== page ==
Another note from the email bag:
Someone taking the Learn-Ventriloquism course free lessons wrote:
I already have puppets. I am interested to learn the pronunciation of the hard letters. Is there an option to learn just that?
If pronunciation of the labial letters, B,F,M,P and V were simple, everyone could do them.
But go to Youtube and listen! Find some ventriloquist videos, start one and close your eyes. Just listen…
Do the voices really sound different?
What about the pronunciation? Can you hear the actual B, F, M, P & V sounds? Or do you hear substitutions?
Watch a bunch, with your eyes closed and just listening. You’ll see what I mean pretty fast. Most vents are using substitutions – and they don’t sound right.
Why is this? You probably thought everyone uses substitutions.
A substitution is only the basic building block. It is like having one leggo of a total sculpture.
The second part of this involves sound modification. Which is controlled with deep breathing and a supple tongue.
That is why I teach breathing and tongue exercises as the first two lessons in Learn-Ventriloquism. And throughout the course, I tell students to keep practicing those exercises.
Because without those strengths, you won’t get the sounds of the labial letters correct.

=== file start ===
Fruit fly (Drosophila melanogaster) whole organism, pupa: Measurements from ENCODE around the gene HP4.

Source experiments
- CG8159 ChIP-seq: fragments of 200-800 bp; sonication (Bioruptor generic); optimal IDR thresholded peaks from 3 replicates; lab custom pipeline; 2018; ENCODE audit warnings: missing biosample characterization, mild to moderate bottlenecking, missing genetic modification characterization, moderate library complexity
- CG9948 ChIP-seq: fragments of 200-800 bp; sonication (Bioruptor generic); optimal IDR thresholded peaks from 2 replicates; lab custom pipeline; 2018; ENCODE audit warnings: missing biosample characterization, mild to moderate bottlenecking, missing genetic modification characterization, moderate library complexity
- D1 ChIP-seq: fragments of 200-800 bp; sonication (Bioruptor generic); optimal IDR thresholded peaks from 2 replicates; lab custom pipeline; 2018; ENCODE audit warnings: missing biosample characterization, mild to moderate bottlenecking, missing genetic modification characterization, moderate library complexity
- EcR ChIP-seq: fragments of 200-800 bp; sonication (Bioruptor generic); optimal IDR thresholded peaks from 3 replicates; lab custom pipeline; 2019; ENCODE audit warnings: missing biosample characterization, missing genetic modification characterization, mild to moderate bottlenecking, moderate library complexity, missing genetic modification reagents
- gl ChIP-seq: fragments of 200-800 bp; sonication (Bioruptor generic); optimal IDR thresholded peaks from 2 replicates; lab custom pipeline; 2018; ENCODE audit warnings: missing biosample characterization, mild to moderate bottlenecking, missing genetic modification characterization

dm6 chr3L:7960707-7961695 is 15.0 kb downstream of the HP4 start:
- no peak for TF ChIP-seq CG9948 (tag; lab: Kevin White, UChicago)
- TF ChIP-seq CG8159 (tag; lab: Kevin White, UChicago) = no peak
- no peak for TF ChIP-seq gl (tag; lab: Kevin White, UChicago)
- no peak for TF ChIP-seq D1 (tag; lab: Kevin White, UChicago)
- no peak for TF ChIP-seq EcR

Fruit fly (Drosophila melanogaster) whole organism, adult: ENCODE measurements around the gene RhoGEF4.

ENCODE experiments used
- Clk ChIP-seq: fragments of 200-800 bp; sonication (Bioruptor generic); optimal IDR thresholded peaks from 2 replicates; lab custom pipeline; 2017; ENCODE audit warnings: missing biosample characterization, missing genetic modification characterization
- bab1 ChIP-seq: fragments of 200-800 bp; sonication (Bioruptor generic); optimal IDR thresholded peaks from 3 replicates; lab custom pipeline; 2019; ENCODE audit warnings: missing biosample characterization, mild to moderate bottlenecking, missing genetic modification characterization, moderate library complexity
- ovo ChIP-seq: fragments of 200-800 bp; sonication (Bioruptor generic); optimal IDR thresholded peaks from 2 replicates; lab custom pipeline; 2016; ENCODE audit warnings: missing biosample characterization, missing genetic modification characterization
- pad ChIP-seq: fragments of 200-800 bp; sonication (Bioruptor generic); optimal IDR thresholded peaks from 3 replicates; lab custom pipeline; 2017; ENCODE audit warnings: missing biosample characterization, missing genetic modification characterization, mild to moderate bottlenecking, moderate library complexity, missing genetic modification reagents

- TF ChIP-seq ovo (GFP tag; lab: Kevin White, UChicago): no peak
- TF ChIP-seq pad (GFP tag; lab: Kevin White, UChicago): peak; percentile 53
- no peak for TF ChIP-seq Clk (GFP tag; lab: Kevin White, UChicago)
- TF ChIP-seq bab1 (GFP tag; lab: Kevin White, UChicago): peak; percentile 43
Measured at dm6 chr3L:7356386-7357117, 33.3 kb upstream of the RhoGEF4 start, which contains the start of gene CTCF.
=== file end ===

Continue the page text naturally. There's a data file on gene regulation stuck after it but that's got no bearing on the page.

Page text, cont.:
My response to the email was, if you just want to learn the labial letters, I am not the teacher for you. No doubt you can find someone to teach you just the labials. But without a firm foundation, nailing those sounds will be very difficult. And chances are, the person teaching you will only describe the substitutions.
Why do I believe that?
Because the ventriloquists who have nailed the labials, people like Jay Johnson, Ronn Lucas, Terry Fator, Ken Groves and others – understand it is more than just a secret.
Ventriloquism is a skill. Not a trick. It has to be built from the ground up. If it were easy to do correctly, everyone would be doing it. But there are very few maestros!
You can’t sit down at a piano, learn the notes and play a concerto.
You can’t learn some letter substitutions and call yourself a ventriloquist.
As a final note, I am embedding a video by my friend Ken Groves here. Close your eyes and listen to his labials – do you hear a substitution? I can already answer that question – and I bet you can too, but listen to see how it is supposed to be done.